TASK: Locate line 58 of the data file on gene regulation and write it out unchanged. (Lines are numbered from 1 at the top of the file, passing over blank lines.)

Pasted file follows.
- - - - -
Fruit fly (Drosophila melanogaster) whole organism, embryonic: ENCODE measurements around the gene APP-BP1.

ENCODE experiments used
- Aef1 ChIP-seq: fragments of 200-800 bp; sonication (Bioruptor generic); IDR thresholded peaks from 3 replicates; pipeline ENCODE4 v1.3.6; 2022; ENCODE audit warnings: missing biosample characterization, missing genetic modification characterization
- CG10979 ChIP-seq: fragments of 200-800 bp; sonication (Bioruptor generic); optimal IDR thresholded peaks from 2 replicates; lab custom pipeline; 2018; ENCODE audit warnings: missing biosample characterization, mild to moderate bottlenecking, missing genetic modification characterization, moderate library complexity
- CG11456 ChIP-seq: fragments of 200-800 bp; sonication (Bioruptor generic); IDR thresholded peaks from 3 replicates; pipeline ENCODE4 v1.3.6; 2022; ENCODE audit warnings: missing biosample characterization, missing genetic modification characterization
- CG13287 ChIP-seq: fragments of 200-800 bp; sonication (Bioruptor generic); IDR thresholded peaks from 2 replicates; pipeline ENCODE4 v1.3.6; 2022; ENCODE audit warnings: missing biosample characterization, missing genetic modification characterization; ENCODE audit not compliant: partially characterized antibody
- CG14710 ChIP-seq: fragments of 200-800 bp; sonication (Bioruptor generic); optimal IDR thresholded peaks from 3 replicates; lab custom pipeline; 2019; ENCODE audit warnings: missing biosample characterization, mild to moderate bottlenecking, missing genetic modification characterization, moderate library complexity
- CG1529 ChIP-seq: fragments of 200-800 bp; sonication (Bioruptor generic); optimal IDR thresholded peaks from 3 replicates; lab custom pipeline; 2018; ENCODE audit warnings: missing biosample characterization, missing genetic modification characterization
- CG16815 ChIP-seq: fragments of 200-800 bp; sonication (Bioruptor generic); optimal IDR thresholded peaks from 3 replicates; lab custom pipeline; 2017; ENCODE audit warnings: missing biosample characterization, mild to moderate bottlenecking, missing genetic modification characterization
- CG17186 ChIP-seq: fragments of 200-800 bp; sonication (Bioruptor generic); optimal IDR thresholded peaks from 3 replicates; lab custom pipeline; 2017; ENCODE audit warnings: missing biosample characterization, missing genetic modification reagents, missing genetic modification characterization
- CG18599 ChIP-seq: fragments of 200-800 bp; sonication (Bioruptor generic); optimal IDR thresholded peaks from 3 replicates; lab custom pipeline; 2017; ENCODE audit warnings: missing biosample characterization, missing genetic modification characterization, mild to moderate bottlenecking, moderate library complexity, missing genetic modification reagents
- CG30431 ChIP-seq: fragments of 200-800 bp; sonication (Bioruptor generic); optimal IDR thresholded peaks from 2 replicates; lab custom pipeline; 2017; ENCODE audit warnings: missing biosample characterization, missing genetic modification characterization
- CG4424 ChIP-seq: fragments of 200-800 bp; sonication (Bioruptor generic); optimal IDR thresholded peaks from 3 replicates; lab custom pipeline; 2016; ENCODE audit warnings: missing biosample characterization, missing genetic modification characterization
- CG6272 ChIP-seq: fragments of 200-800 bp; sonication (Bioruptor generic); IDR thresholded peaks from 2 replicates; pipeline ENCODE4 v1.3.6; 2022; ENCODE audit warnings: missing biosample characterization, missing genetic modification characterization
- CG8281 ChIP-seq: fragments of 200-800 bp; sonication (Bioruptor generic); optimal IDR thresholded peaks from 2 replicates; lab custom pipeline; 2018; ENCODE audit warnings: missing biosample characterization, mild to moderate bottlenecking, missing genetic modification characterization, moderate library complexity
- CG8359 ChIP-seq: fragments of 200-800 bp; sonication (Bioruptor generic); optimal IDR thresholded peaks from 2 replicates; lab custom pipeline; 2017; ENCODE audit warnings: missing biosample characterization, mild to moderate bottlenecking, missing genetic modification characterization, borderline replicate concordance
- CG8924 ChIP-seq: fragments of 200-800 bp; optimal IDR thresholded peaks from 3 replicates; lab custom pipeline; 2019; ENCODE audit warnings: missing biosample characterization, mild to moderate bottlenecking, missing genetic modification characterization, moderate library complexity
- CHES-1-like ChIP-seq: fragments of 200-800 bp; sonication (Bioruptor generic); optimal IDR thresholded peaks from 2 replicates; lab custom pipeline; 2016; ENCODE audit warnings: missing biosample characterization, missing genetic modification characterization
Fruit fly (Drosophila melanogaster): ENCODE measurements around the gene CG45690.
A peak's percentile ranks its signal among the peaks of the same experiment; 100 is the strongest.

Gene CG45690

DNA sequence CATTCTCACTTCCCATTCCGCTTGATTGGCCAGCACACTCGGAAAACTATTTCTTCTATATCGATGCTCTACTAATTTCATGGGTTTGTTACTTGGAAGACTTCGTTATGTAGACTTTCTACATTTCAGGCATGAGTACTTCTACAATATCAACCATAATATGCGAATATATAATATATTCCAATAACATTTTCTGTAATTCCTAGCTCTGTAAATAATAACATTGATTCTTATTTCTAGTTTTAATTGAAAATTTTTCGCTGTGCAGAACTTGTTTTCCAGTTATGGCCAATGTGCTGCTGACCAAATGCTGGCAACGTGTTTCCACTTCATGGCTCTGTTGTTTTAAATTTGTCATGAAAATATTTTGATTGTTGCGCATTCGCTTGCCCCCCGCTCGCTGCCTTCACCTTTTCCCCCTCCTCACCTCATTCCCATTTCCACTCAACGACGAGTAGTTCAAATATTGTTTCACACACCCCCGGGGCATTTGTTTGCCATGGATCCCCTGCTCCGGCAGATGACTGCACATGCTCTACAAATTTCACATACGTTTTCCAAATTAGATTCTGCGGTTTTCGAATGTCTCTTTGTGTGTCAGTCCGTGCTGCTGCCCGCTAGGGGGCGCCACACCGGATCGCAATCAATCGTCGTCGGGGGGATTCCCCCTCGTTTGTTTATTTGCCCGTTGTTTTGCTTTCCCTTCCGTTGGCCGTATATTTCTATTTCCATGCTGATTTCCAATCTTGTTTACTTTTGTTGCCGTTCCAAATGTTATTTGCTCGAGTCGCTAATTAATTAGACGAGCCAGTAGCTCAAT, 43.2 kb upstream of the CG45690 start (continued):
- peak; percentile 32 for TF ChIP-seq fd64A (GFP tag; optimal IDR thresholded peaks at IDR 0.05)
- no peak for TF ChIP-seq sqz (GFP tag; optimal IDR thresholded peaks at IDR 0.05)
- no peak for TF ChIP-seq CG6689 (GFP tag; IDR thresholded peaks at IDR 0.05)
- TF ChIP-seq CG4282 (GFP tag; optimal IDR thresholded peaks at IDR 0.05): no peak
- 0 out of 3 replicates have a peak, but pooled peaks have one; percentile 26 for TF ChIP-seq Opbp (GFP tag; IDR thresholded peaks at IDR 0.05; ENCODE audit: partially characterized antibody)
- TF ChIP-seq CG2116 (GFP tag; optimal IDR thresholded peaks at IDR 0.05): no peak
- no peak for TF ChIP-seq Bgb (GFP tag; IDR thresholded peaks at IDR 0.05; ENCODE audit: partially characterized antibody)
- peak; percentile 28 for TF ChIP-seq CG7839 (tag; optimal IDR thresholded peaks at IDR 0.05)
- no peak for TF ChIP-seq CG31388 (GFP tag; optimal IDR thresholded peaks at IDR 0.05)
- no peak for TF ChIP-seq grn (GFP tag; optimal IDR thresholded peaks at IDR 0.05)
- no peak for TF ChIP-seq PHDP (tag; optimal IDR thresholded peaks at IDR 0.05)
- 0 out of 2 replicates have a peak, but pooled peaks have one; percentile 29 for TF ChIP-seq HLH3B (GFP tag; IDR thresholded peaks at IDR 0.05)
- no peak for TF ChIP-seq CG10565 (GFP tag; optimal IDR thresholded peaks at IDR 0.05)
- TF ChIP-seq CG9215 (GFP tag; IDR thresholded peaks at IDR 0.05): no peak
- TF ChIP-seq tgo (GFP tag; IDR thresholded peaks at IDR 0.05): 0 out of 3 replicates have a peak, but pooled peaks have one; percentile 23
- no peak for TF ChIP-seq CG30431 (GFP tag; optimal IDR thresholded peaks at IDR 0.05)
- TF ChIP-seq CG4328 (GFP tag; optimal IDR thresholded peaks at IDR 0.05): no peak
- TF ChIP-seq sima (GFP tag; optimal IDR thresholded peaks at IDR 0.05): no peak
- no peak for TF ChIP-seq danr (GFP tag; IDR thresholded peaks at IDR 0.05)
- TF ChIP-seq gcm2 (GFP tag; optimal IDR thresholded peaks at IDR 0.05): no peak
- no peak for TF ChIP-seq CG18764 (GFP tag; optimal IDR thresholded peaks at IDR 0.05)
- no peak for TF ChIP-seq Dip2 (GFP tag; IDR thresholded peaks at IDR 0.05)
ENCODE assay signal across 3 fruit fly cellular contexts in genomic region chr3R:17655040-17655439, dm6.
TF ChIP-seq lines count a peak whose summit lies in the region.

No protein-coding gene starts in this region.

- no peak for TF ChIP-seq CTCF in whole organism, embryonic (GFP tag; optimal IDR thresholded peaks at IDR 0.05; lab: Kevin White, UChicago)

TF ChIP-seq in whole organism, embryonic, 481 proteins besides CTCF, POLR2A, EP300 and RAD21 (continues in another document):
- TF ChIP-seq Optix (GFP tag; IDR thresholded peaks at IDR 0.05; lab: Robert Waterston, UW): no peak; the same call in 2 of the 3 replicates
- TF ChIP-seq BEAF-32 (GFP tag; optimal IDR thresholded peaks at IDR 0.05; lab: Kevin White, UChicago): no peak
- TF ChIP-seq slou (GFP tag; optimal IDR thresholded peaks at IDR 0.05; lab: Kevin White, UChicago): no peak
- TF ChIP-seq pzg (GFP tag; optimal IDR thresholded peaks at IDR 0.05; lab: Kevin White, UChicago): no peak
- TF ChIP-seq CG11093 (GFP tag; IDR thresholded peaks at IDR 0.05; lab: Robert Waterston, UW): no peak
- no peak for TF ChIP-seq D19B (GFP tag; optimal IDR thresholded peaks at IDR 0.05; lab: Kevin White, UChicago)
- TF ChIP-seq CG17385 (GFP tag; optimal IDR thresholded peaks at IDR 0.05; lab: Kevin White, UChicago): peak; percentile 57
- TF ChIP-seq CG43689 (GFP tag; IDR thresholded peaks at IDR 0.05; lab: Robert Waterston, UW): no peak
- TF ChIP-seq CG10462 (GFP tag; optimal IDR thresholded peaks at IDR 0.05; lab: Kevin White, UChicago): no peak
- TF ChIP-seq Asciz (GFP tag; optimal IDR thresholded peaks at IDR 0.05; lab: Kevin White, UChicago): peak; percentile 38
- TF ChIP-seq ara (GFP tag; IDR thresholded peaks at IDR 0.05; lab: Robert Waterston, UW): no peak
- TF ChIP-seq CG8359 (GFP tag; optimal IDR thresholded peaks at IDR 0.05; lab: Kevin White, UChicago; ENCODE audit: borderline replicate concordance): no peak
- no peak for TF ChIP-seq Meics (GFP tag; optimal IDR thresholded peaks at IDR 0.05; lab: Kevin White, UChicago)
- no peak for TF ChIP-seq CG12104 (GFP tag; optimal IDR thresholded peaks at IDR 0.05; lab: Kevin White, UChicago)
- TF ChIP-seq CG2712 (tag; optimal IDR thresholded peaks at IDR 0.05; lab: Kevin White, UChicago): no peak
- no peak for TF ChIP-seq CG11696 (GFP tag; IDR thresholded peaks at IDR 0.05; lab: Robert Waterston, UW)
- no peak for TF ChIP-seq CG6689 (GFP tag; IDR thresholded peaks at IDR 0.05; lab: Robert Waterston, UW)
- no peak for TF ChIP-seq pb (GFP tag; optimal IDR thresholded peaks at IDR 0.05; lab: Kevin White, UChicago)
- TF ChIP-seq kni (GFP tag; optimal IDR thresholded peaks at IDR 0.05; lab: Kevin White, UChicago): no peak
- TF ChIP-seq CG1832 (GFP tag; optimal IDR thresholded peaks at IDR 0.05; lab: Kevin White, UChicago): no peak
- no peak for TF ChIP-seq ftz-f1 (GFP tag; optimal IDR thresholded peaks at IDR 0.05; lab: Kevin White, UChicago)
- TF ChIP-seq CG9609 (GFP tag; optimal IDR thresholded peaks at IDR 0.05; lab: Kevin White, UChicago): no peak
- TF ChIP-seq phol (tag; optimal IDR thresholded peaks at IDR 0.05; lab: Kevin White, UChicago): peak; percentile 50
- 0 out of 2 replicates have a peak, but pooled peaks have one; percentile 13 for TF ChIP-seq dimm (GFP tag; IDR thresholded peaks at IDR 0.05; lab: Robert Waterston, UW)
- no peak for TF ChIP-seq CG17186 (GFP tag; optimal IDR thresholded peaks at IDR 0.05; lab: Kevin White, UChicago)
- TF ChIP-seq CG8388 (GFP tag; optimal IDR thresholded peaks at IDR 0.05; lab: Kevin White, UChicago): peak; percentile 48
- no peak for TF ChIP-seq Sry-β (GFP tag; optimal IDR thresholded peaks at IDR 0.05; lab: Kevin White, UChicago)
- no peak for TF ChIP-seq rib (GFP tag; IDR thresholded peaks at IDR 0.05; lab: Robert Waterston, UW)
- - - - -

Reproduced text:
- TF ChIP-seq CG10462 (GFP tag; optimal IDR thresholded peaks at IDR 0.05; lab: Kevin White, UChicago): no peak